We had more to do, so settled on the one chaat (plus, the samosa guy was still forming the samosas, so no luck on that front). Back in the car, the discussion turned to parathas, North India’s beloved fried and usually stuffed breads. Agra has a famous vendor, Rambabu. Of course Danish knew it. But he said the original was back in “dangerous,” crowded Belanganj, and suggested we go to the branch outside town near the Agra-Delhi highway, perhaps on our way home the next day. Nice try, Danish: We wanted the real-deal original. Back into the fray we went.

A man cooks parathas, a famous local food, on the street in Agra, India

Parathas on the street in Agra

Rambabu’s parathas were greasy but delicious, and we assured our weary companions we had just one more quick stop—for Agra’s famed petha and dalmoth, both available from a sweets shop—before they were done for the night. Of course nothing is really “quick” in a city like this, so it was another hour-plus before we’d actually made it to the shop, attempted (unsuccessfully, for once) to haggle on prices, and walked out with two boxes of goods, to be photographed later.

In truth, we were eager to cut them loose so we could go to Taj Ganj—the bustling area around the Taj Mahal, known for its rooftop hotels and restaurants, shops and touts—and get a beer and a quick glimpse of the Taj before the sun went down. We made it there, sans our crew, just before the sky went dark. Finally relaxing with Kingfishers and a sweet view, we decided to walk a bit, which is when we met a local jeweler named Arif. Arif sold me a pretty ring and gave us an enthusiastic recommendation for Mughlai food—the traditional cuisine of Agra, courtesy of the Islamic Mughal empire that ruled North India between the 16th and 19th centuries—the following day, for a restaurant I hadn’t encountered in my research. It sounded perfect.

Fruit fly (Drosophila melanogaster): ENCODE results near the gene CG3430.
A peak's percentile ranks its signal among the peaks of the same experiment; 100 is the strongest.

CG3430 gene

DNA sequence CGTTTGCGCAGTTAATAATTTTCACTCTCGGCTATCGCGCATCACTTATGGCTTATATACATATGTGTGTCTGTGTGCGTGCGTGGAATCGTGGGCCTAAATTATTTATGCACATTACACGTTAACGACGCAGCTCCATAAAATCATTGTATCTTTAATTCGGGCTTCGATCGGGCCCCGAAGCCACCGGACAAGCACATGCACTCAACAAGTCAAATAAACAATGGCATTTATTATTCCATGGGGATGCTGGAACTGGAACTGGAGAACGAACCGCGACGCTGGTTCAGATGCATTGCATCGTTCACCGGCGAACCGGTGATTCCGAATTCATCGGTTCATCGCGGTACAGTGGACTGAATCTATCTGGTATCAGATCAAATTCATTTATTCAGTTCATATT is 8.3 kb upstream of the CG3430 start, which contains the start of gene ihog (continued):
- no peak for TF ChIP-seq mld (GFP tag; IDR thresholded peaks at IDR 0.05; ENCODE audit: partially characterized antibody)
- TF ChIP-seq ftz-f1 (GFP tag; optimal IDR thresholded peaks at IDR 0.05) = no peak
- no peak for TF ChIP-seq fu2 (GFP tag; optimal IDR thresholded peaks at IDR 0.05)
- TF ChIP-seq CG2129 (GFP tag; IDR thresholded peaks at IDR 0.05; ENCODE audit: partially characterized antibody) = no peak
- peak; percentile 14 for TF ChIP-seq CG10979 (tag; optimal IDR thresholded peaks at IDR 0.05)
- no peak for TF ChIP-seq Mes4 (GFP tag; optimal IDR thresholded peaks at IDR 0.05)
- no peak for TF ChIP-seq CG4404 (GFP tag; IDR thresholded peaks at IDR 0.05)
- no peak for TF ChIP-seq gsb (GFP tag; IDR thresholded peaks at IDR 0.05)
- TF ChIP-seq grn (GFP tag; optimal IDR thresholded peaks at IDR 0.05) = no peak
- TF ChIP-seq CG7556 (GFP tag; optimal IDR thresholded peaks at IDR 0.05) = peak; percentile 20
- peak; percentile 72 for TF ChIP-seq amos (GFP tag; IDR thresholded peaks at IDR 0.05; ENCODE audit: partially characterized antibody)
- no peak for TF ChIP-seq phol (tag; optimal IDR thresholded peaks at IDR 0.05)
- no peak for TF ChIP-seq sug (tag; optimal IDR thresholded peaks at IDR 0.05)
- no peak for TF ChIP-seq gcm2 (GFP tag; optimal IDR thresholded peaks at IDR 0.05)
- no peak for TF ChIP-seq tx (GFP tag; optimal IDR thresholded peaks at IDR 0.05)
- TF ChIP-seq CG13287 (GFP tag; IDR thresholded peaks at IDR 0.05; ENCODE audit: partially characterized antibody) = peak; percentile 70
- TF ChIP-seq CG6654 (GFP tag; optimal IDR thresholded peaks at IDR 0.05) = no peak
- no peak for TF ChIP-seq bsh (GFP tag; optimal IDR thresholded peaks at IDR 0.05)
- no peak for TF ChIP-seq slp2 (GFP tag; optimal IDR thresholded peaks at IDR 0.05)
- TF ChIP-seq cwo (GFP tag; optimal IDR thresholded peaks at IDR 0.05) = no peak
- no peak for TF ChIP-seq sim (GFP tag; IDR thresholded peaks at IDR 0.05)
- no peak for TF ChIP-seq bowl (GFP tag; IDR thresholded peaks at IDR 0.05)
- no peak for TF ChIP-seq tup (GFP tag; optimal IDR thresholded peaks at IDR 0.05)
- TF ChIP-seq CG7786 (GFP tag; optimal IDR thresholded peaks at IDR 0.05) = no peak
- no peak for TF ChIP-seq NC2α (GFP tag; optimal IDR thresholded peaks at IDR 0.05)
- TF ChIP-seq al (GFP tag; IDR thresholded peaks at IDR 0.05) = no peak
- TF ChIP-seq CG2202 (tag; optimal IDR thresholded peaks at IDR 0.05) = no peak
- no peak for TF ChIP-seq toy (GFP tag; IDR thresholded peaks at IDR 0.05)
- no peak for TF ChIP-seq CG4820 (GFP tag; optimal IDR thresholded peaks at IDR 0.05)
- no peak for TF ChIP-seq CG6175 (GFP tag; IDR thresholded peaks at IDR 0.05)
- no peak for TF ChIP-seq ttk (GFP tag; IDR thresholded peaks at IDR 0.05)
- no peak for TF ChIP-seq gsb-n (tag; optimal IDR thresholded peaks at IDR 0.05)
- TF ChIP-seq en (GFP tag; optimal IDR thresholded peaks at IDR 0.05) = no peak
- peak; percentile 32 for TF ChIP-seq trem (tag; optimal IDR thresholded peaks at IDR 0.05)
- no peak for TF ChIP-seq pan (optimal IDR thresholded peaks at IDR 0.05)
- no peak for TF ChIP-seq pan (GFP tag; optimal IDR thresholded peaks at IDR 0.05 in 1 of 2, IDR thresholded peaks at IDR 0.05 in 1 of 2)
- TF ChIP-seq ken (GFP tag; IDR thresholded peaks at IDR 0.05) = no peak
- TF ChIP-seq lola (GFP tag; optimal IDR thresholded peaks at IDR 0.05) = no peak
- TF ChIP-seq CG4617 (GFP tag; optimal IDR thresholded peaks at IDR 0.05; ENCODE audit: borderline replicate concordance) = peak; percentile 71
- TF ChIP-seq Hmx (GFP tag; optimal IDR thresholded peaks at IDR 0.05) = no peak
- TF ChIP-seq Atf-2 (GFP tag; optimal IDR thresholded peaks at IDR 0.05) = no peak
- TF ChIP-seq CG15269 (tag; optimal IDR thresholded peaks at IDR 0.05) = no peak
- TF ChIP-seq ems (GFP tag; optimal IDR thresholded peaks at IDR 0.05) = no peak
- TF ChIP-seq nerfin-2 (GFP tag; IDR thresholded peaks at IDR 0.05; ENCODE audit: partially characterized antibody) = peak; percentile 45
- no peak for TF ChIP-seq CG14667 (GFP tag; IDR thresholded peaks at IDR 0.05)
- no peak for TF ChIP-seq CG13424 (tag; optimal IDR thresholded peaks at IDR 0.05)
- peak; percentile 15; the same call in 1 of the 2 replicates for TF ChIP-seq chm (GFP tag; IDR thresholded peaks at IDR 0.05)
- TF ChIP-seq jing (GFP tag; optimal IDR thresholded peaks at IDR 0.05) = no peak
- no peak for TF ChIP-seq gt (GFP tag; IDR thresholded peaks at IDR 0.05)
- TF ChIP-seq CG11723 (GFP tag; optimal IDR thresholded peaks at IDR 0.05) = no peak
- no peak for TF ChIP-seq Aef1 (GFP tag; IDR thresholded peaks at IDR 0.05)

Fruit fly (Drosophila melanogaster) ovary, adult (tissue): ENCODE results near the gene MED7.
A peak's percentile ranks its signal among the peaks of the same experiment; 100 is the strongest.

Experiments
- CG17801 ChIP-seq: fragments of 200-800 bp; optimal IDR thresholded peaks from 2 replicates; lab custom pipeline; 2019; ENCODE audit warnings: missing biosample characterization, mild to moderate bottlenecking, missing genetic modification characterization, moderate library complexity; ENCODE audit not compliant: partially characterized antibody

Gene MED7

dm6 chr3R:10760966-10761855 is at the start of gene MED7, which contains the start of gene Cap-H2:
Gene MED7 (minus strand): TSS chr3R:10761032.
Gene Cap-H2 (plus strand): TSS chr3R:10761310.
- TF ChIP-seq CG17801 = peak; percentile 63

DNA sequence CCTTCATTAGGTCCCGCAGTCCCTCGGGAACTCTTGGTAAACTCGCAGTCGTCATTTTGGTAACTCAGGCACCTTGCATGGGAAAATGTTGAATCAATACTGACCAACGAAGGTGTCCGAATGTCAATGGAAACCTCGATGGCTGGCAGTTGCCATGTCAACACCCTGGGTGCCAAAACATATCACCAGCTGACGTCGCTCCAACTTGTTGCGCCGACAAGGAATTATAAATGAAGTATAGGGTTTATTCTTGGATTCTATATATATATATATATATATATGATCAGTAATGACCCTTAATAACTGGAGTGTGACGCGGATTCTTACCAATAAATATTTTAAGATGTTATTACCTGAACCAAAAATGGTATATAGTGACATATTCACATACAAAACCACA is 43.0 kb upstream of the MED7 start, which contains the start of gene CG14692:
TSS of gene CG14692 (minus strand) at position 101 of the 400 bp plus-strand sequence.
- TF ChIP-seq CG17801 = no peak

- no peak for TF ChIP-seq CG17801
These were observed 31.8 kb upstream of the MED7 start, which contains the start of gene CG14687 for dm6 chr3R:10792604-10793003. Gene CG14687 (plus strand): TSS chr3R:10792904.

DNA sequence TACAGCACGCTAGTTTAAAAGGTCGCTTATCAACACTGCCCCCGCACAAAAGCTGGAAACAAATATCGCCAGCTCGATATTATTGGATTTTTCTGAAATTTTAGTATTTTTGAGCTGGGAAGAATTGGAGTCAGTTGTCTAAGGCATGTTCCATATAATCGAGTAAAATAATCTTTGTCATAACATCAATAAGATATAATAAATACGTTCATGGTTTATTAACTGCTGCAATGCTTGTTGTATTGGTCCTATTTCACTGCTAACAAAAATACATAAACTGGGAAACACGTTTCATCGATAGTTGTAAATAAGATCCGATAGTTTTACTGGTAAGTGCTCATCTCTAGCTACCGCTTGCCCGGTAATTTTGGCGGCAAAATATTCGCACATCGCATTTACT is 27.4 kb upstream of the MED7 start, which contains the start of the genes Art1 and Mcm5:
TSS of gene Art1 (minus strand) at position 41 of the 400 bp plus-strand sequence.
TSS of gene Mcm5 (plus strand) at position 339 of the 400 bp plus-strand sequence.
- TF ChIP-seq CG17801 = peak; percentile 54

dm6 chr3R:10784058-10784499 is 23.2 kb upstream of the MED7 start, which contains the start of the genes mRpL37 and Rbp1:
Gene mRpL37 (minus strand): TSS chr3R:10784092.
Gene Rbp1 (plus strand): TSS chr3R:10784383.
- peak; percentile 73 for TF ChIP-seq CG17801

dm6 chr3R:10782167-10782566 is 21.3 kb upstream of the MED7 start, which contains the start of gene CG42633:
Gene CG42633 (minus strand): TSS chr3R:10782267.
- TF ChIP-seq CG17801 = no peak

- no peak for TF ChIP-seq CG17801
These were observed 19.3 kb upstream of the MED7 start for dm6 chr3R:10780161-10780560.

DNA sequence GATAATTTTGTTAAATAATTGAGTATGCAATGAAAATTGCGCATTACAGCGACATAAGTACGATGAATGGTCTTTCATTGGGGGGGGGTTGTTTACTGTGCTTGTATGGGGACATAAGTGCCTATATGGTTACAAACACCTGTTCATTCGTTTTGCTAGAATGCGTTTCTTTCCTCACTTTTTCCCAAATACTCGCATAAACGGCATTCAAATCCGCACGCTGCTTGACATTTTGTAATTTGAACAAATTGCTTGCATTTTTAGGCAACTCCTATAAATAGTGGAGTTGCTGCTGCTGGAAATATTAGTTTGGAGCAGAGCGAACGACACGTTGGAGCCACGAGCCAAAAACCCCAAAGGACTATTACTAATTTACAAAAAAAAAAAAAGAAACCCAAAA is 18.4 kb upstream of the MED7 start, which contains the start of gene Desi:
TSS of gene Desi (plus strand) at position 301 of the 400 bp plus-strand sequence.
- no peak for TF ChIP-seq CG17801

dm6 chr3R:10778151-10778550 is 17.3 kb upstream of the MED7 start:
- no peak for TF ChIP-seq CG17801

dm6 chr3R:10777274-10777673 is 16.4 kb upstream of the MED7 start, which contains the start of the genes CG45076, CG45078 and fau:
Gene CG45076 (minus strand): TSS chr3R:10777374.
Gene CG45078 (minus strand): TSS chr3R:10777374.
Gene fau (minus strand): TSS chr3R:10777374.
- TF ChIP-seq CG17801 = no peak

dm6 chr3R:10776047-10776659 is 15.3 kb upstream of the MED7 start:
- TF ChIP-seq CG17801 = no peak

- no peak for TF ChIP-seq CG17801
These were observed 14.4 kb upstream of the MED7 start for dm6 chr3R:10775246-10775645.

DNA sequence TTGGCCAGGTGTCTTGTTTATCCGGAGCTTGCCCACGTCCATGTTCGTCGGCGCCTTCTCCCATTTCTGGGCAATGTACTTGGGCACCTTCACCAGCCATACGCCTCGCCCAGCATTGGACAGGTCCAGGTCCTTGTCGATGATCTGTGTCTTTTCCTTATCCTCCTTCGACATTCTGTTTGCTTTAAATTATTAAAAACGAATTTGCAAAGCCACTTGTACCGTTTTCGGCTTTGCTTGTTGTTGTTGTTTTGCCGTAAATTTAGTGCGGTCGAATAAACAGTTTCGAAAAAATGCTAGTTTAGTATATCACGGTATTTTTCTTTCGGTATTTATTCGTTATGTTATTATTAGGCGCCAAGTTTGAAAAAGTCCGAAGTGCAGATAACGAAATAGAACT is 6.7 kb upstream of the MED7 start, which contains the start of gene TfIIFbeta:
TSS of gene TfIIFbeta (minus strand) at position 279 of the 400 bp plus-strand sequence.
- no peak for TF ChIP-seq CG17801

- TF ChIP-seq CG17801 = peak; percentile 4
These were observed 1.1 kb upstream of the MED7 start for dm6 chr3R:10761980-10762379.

The next day we had a late start (because the driver overslept), so while we failed to catch the coveted sunrise, we arrived early enough to the stunning Taj Mahal to beat the crowds and enjoy a semi-cool breeze. Danish got to exercise his passion for actual tourist-guiding between the city’s two spectacular Mughal monuments that morning: the Taj Mahal and the Agra Fort, the nonnegotiable must-visits of Agra.

In between, around 9am, we set off on another wild goose chase for a typical Agra breakfast (and street food): bedai and jalebi, a spicy potato-curry-and-fried bread affair followed up by a sugary, sticky-sweet dessert (the latter is pictured below). All for breakfast! It’s the kind of unexpected, delicious pairing—sold on a busy street corner thronged by hungry locals—that makes me love this country.

Plate of jalebi in Agra, and part of a famous local breakfast eaten on the street

The jalebi that follows the bedai, in Agra

Everyone satiated, we piled back into the car and headed over to Agra Fort for a few more hours of sightseeing. We asked Danish if he enjoyed the “tour” he’d been giving us, and he said yes. “I don’t think I’ll ever guide anybody again like you two,” he told us. Probably safe to assume.

When the heat became unbearable we left, bidding farewell to Danish only after he gave Brijesh explicit directions on where to drive next: Sadar Bazaar, home to several Mughlai restaurants, including the one Arif had suggested. We had one meal to go, a proper North Indian curry-and-bread kind of lunch. We were back in the car to Delhi by 12:45pm, our bellies full and our eyes wide at all we’d seen and done in Agra—and we were stuck in traffic.

Updated: March 5, 2024

Published On: June 24, 2011